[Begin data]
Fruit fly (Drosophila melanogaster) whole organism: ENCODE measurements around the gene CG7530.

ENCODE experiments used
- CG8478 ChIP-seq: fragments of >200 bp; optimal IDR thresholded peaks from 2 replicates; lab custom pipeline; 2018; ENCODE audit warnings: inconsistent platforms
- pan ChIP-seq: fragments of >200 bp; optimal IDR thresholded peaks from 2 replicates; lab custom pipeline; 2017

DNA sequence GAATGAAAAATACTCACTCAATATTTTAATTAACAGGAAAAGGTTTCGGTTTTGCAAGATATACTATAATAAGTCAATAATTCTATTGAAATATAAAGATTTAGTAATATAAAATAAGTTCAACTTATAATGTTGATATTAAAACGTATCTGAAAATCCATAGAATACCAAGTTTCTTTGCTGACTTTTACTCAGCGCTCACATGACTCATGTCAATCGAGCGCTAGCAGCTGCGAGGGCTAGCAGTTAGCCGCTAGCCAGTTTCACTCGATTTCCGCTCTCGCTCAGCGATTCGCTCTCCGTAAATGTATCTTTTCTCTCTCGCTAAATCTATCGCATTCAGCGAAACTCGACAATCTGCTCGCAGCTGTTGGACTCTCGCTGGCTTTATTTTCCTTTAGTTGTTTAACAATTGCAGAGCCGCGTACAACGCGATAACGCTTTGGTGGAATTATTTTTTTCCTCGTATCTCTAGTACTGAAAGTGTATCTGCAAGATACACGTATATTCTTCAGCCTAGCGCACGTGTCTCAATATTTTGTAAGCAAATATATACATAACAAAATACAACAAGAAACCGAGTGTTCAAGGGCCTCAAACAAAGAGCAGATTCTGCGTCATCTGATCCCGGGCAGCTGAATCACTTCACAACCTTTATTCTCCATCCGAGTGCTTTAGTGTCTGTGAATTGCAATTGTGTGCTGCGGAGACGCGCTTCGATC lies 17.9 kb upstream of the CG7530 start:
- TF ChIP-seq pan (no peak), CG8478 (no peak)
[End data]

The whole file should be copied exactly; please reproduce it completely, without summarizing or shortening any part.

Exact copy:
Fruit fly (Drosophila melanogaster) whole organism: ENCODE measurements around the gene CG7530.

ENCODE experiments used
- CG8478 ChIP-seq: fragments of >200 bp; optimal IDR thresholded peaks from 2 replicates; lab custom pipeline; 2018; ENCODE audit warnings: inconsistent platforms
- pan ChIP-seq: fragments of >200 bp; optimal IDR thresholded peaks from 2 replicates; lab custom pipeline; 2017

DNA sequence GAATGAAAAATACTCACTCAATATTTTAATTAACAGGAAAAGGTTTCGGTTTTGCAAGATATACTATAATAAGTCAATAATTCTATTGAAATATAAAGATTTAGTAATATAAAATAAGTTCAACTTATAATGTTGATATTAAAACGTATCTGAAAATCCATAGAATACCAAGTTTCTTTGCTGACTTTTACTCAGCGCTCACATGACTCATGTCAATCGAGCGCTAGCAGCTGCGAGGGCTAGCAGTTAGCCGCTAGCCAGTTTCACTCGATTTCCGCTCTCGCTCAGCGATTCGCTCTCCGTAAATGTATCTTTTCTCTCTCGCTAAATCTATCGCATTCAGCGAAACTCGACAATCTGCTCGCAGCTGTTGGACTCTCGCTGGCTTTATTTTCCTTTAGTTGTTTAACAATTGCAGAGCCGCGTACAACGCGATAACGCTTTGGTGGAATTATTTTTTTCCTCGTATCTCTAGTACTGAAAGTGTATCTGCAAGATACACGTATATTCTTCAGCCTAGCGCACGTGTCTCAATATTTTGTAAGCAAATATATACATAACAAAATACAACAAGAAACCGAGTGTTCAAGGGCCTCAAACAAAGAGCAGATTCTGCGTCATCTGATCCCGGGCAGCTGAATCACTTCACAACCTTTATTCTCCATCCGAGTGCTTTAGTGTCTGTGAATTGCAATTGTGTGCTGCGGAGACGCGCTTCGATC lies 17.9 kb upstream of the CG7530 start:
- TF ChIP-seq pan (no peak), CG8478 (no peak)